abstract = "Background: Availability of recombinant human erythropoietin (rHuEPO) has improved the treatment of anemia due to chronic kidney disease (CKD). Iron deficiency is the most common cause of resistance to rHuEPO therapy, contributing to ineffective erythropoiesis and hematocrit/hemoglobin values below the recommended target range (33{\%}-36{\%}/11-12 g/dL). IV iron supplementation is necessary to meet increased iron demands from stimulation of erythropoiesis and chronic blood loss; however, questions remain as to the optimal supplementation strategy to maintain appropriate yet safe iron status. Treatment guidelines for anemia management have been developed through the National Kidney Foundation Kidney Disease Outcomes Quality Initiative (NKF-K/DOQI). Objective: This review presents the basis of need for the NKF-K/DOQI guidelines and includes detailed information concerning iron physiology, metabolism, iron preparations, and evaluation of iron status. Methods: This review was based on a MEDLINE search and complemented by references from the NKF-K/DOQI guidelines (whose review extended beyond MEDLINE). References focusing on normal iron physiology and metabolism, alterations in iron physiology in patients with CKD, laboratory evaluation methods, and strategies for iron supplementation were obtained from MEDLINE and reviewed for content. Results: Controversy over appropriate use of iron supplementation has led to disparity in accepted practice procedures. Oral iron (ferrous salts and polysaccharide iron complex) and IV iron preparations (iron dextran, sodium ferric gluconate, and iron sucrose) are available. Problems with oral iron supplementation include limited absorption and patient noncompliance. Although most available data on IV iron use in the United States are specific to iron dextran preparations, published information based on clinical use of sodium ferric gluconate and iron sucrose products has been promising. The use of chronic IV iron administration to sustain iron stores has been more widely accepted to prevent development of absolute and functional iron deficiency. Conclusions: Although iron therapy is commonly warranted in patients with CKD, questions remain as to the most favorable supplementation strategy to optimize therapy through improvements in hematocrits, efficient use of rHuEPO, and maintenance of appropriate and safe iron levels. Clinicians will need to devise strategies based on the compilation of information from clinical experience and the available literature. Clinical practice guidelines devised by the NKF-K/DOQI have provided a useful tool for the medical community using both these resources.",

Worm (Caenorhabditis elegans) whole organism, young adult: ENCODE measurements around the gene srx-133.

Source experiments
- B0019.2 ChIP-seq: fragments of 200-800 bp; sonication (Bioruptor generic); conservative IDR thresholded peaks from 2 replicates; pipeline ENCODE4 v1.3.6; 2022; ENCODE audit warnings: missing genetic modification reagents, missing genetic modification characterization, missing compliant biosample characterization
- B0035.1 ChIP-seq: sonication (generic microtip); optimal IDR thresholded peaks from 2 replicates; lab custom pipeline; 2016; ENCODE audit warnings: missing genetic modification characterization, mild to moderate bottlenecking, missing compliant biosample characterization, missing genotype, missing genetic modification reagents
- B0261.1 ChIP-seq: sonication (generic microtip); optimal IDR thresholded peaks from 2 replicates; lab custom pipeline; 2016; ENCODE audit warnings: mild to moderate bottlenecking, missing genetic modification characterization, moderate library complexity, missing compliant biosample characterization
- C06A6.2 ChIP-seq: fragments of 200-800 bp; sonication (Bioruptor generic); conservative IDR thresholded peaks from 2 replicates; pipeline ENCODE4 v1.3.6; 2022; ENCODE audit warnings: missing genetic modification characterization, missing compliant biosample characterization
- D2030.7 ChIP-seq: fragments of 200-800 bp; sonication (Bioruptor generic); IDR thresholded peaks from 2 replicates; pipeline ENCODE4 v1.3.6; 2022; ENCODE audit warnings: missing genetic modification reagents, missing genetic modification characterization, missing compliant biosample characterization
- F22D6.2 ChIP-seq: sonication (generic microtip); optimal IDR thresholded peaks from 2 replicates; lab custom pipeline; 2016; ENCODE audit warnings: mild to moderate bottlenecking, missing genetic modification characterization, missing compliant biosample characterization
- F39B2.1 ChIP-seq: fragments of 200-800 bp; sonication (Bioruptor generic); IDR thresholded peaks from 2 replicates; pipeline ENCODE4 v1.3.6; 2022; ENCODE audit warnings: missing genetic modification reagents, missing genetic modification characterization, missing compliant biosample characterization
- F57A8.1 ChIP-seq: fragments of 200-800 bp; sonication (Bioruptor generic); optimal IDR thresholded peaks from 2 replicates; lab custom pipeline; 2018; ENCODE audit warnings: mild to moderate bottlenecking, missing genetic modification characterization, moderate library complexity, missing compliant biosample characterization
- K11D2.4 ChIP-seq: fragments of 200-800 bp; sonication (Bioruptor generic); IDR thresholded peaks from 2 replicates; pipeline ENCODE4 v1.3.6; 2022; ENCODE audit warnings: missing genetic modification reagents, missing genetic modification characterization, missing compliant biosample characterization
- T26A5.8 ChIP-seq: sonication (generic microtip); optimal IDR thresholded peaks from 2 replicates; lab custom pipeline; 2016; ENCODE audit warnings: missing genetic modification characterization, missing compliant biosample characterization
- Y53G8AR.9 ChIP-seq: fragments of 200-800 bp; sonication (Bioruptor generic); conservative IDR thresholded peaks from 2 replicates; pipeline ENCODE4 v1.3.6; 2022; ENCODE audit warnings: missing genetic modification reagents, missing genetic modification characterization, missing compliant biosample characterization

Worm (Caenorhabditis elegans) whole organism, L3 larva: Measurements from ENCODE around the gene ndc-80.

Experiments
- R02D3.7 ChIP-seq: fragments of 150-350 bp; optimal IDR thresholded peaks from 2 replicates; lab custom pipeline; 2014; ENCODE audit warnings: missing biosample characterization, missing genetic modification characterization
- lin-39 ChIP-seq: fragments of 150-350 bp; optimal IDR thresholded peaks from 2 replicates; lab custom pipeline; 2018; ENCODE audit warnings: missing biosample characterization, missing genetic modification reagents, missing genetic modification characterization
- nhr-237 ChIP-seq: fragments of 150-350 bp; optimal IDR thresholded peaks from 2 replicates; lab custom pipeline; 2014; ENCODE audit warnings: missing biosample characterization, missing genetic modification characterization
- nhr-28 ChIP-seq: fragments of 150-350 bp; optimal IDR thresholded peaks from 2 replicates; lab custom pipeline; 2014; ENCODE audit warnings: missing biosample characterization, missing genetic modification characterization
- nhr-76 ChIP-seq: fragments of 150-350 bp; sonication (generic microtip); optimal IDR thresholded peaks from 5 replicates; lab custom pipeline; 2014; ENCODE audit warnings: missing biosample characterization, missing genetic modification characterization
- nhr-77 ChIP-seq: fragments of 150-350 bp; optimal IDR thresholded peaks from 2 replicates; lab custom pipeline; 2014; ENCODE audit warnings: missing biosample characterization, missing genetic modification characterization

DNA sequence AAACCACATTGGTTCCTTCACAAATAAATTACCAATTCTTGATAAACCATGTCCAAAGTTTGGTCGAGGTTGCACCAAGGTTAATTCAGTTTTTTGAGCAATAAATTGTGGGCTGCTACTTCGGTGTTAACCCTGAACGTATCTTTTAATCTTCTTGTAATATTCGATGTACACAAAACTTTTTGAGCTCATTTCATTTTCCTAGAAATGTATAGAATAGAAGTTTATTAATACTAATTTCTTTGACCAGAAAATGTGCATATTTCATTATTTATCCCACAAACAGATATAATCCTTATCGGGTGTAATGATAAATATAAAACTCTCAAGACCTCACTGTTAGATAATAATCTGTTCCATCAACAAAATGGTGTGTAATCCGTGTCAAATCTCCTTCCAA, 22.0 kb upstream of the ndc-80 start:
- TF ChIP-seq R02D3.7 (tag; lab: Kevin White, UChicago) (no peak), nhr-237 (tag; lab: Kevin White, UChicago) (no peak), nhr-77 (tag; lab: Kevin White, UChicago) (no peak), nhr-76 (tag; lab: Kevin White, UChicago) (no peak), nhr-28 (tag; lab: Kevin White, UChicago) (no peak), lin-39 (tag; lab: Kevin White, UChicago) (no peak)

author = "Joanna Laizure and Comstock, {Thomas J.}",
year = "2001",
month = "1",
day = "1",
doi = "10.1016/S0149-2918(01)80135-1",
language = "English (US)",
volume = "23",
pages = "1637--1671",
journal = "Clinical Therapeutics",
issn = "0149-2918",
publisher = "Excerpta Medica",
number = "10",

}

TY - JOUR

T1 - Considerations for optimal iron use for anemia due to chronic kidney disease

AU - Laizure, Joanna

AU - Comstock, Thomas J.

PY - 2001/1/1

Y1 - 2001/1/1